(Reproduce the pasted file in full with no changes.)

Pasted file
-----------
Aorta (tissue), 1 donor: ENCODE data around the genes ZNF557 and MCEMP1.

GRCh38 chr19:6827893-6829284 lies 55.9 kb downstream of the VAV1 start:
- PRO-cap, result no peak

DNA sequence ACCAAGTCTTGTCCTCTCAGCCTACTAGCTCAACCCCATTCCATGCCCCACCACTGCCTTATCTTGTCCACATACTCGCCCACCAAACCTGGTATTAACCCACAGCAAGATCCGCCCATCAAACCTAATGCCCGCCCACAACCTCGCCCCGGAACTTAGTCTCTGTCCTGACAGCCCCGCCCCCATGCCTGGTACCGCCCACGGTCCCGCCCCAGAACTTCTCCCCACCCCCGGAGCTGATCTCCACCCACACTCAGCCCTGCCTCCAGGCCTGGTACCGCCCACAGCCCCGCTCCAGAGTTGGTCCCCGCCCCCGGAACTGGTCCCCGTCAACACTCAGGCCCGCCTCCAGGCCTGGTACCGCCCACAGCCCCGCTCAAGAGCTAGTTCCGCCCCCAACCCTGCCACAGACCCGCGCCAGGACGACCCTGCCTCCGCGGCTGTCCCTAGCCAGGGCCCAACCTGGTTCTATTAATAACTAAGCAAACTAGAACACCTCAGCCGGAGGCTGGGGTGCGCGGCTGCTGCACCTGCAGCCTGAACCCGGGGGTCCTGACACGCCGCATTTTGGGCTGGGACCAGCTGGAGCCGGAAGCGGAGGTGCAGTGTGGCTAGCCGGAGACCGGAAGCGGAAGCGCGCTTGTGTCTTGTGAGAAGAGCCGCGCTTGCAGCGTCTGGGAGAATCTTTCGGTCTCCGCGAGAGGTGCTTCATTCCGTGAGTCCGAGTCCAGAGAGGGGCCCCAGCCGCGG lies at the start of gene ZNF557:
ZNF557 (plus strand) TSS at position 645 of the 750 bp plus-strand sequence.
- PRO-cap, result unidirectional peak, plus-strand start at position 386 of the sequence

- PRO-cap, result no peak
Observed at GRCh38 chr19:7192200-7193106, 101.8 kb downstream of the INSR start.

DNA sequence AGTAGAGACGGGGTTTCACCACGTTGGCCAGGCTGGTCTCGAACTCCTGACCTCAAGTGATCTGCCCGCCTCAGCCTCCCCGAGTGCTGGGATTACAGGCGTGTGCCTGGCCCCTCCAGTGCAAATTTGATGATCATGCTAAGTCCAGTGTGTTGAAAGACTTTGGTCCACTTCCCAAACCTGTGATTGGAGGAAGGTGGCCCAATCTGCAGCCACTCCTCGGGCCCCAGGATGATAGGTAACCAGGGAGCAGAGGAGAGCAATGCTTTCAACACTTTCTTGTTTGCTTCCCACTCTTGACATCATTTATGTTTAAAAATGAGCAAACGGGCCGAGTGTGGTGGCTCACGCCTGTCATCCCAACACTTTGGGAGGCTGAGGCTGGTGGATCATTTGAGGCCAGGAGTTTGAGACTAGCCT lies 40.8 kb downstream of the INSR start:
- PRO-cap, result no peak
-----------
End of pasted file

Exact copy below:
Aorta (tissue), 1 donor: ENCODE data around the genes ZNF557 and MCEMP1.

GRCh38 chr19:6827893-6829284 lies 55.9 kb downstream of the VAV1 start:
- PRO-cap, result no peak

DNA sequence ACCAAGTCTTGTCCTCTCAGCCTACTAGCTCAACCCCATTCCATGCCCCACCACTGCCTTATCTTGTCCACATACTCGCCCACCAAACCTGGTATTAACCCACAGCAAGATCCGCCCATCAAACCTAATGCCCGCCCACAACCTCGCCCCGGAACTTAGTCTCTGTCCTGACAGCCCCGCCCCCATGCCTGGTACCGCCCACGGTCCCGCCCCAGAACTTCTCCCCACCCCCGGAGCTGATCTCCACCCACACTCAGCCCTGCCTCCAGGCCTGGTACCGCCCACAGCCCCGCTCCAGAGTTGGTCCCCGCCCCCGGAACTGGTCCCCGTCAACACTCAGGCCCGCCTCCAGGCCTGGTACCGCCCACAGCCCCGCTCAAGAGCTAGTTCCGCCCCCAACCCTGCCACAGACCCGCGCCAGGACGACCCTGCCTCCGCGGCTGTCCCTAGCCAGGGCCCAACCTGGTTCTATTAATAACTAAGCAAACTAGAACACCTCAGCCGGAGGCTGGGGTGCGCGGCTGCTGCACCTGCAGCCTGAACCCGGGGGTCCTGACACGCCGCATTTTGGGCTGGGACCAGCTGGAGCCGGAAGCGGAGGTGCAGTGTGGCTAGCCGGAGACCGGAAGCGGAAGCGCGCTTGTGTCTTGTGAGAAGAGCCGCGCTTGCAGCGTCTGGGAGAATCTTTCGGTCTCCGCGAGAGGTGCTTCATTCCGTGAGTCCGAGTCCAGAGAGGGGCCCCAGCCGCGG lies at the start of gene ZNF557:
ZNF557 (plus strand) TSS at position 645 of the 750 bp plus-strand sequence.
- PRO-cap, result unidirectional peak, plus-strand start at position 386 of the sequence

- PRO-cap, result no peak
Observed at GRCh38 chr19:7192200-7193106, 101.8 kb downstream of the INSR start.

DNA sequence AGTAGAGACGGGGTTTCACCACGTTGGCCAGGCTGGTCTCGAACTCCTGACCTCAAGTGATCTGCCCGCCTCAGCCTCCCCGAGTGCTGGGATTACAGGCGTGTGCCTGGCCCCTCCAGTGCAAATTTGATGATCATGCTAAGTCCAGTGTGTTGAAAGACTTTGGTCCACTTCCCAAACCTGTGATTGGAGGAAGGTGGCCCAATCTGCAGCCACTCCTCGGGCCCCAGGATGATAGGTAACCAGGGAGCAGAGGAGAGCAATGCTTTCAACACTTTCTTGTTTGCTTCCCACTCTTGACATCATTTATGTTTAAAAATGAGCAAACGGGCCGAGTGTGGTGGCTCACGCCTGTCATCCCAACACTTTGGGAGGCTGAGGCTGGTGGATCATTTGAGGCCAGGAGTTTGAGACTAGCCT lies 40.8 kb downstream of the INSR start:
- PRO-cap, result no peak